Cory Booker, Eying N.J. Senate Run, Banks on Long and Deep Jewish Ties

Newark Mayor Has Emotional Bond With People and Faith

Future Leaders: Cory Booker playfully lifts Rabbi Shmuley Boteach during a year the Rhodes Scholar spent at Oxford University in England.
courtesy of shmuley boteach
Future Leaders: Cory Booker playfully lifts Rabbi Shmuley Boteach during a year the Rhodes Scholar spent at Oxford University in England.

By Seth Berkman

Published June 06, 2013.
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Connecting with Newark’s black community has previously posed challenges to Booker, despite high-profile actions he has taken to dramatize his personal commitment to the city’s problems.

Booker moved to Newark in 1996 during his final year at Yale Law School to work for the Urban Justice Center, an organization dedicated to improving the city; he won a seat on the City Council two years later. From 1998 until its demolition, in 2006, Booker, who is single, made his home in Brick Towers, a low-income housing complex with persistently high crime rates and intractable management problems in the city’s Central Ward. Last year, he lived for one week on a food budget of $33 to demonstrate the plight faced by low-income Newark residents living on food stamps.

Despite such efforts, when Booker first ran for mayor, in 2002, he faced racially loaded attacks questioning his ethnic authenticity from incumbent Sharpe James, a Newark native who grew up in the city as the son of a single mother during the aftermath of the 1960s riots. James called Booker a “Republican who took money from the KKK” and denounced him as a “faggot white boy.” He also accused Booker of “collaborating with the Jews to take over Newark.”

In 2008, James was sentenced to 27 months in prison after being convicted of fraud involving the illegal sale of city property.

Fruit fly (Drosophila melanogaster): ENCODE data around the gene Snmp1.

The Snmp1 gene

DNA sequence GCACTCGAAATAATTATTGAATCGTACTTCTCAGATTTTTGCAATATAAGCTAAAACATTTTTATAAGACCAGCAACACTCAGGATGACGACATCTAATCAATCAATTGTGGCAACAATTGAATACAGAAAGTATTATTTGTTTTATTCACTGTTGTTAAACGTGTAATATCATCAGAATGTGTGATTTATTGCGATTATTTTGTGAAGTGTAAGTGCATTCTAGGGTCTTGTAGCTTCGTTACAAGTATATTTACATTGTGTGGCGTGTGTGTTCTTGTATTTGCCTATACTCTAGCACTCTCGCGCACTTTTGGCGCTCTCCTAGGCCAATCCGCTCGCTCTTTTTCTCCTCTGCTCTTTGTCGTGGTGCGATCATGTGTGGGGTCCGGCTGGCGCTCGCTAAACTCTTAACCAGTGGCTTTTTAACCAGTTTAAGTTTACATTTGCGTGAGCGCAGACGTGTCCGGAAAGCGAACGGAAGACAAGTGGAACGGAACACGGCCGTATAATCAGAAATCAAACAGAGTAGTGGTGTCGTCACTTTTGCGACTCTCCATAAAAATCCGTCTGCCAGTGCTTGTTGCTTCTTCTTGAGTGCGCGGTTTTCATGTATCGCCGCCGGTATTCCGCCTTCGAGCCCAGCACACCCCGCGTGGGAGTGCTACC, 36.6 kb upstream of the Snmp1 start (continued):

The city’s disaffected residents responded to those attacks that time. But in 2006, Booker crushed James’s handpicked candidate to succeed him, Ronald Rice, winning with 72% of the vote after a huge national fundraising push that enabled him to outspend Rice 25–1.

Today, Booker is the clear favorite among Democrats to succeed Lautenberg, who had already announced in February that he did not intend to seek re-election. In a recent poll by Farleigh Dickinson University, 50% of New Jersey Democrats favored Booker, while his projected opponents in a primary, Reps. Frank Pallone and Rush Holt, garnered a combined total of 11%.

On issues unrelated to Israel, Booker’s positions align frequently with those held by a large majority of Jews. He is a strong advocate for lesbian, gay, bisexual and transgender rights, and spoke at Planned Parenthood rallies at last year’s Democratic National Convention. Booker also favored the most recent gun control legislation.

More controversially, Booker supports private school vouchers, though he has said they may not be the perfect solution.

That issue is important for Jews in Lakewood, one of New Jersey’s fastest-growing towns, thanks to its burgeoning Haredi community.

In February, Booker won over a gathering of Orthodox Jews in Lakewood at a fundraiser for a special education school in the town. Without specifically mentioning any policy position, he wooed his audience with Torah lessons and well-timed jokes, even namedropping local machers, to the crowd’s delight. It was a captivating scene, watching the broad-shouldered former Stanford undergrad tight end, a black man who patrols his streets in the middle of the night, looking for drug dealers, lecturing a room full of ultra-Orthodox Jews on the “spirit of Judaism.”

At the end, Booker received a standing ovation.

Contact Seth Berkman at berkman@forward.com


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